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The Consumer Shift in Sustainable Fashion
In celebration of World Environment Day, more brands are taking steps into creating a sustainable and eco-friendly future. Check out some ways brands are taking action against the plastics and fast-fashion crises.
Aussie e-commerce platform, THE ICONIC, has partnered with PETA to create a PETA-certified range of vegan footwear, named Atmos&Here. “The demand for ethical and sustainable fashion continues to grow year-on-year and we are incredibly excited to welcome THE ICONIC in joining more than 1,000 companies globally using the PETA-Approved Vegan logo,” said PETA spokesperson, Emily Rice.
The new collection will feature on the ICONIC’s Considered filter, which offers customers a streamlined search to find sustainable and ethical fashion on the website. Not only does the collection support the stance for ethical and sustainable fashion, but it also provides the consumer with the opportunity to shop exclusively with said options.
THE ICONIC has also recently launched a designer brand that is not only a favourite amongst the likes of Meghan Markle and Kendall Jenner, but is also conscious of its materials – Maggie Marilyn. The New Zealand designer focuses on how to create beautiful pieces of clothing without harming the environment. “Eliminating the smoke and mirrors to have full transparency on our supply chain has been key to our success,” says founding designer, Maggie Hewitt. “We’re incredibly excited to bring our consciously-created designs to THE ICONIC customer and further support the progress the leading e-tailer has driven in overhauling the way ANZ customers can shop considered style,” explained Mareile Osthus, Chief Category Management Officer at THE ICONIC.
As sustainability becomes one of the hottest topics in the fashion industry, more brands are taking the initiative that Nimble Activewear has taken. Tech giants like Google are using its analytics and machine learning to give brands a more comprehensive view of its supply chain. Some of the brands include Stella McCartney, a designer that prides itself on its efforts into sustainability. Google’s technology will translate data into insights about its raw materials for the brand to analyse and take action.
“At Stella McCartney, we have been continuously focusing on looking at responsible and sustainable ways to conduct ourselves in fashion, it is at the heart of what we do,” McCartney explained. According to Rachel Lincoln Sarnoff, by 2030 70 per cent of all fabric fibres will come from plastics. The tech behind the Stella McCartney venture aims to remove this opportunity.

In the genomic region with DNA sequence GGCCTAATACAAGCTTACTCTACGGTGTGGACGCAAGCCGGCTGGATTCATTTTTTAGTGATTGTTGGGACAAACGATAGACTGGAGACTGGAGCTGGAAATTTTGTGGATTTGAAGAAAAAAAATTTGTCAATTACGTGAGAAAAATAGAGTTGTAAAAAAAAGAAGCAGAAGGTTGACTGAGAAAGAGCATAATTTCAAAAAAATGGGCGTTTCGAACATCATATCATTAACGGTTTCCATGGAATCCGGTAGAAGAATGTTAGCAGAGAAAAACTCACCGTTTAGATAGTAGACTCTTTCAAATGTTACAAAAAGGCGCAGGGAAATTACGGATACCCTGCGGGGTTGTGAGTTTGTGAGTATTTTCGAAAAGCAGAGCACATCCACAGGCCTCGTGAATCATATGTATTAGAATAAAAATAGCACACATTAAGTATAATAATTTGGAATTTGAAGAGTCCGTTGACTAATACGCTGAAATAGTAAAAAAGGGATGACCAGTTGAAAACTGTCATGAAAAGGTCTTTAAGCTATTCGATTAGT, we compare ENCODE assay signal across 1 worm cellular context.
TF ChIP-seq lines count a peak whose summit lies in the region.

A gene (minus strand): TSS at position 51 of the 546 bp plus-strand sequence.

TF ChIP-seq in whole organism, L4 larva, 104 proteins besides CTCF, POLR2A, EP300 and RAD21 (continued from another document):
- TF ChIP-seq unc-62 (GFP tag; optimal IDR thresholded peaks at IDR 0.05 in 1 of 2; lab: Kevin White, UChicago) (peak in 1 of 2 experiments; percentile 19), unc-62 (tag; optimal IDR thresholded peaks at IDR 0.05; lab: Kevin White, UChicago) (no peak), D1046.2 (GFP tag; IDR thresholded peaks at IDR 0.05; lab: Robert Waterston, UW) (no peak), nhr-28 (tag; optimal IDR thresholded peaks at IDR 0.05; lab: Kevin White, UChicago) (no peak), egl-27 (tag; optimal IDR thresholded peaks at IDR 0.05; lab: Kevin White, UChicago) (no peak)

Nimble Activewear has saved more than 550,000 plastic bottles from ending up in a landfill and oceans across the world. In the past 12 months, Nimble Activewear has created a pair of compression workout leggings that are made of recycled plastics but is still worthy of showing off.
The Compresslite range of workout gear is made if melted down the dangerous plastic bottles, which are then turned them into chips. From the chips, the plastic is spun into yarn and then knitted up with spandex to create the leggings’ fabric.
Every pair of Compresslite leggings contains six recycled plastic bottles, and in every sports bra are two recycled bottles. The process itself emits over 50 per cent less carbon dioxide than using virgin materials does. “We’re really committed to finding ways to lessen our environmental impact and as such, we’ve also turned our focus to our packaging and are rolling out compostable bags with our online orders as of July to further reduce our eco-footprint,” said Co-Founder, Katia Santilli.
It’s not just the fashion industry that’s taking a dive into the sustainability pool – it’s beauty, too. The cosmetics and skincare industry has played a huge role in the pollution of oceans and distribution of harmful plastics. Haircare brand, Kevin Murphy, has taken strides to remove this issue by creating packaging out of 100 per cent ocean waste plastics and is recyclable. “Making the switch to Ocean Waste Plastic (OWP) packaging is one of the most important initiatives we have implemented as a brand, and sharing our passion around this change is something we are deeply committed to,” said Murphy. “We believe that every great movement starts with one small step. If every beauty brand took some kind of initiative to be more sustainable, it would make an enormous impact.”
Two tonnes of clothes are purchased every minute in the UK. To create this amount of clothing, it takes nearly five million litres of water and 59 tonnes of carbon dioxide. That’s the UK alone.
With the launch of THE ICONIC’s sustainably-sourced brands and filtering process, more retailers are understanding the consumer’s interest in eco-friendly fashion. “At THE ICONIC, we know our customers are increasingly looking for ways to easily shop by the values most important to them,” explained Osthus.
It’s becoming clear that brands aren’t just taking a stance for sustainable clothing so they can stay on trend, it’s something that consumers are actively seeking. As the months pass by, more brands are leading the way to a sustainable future.
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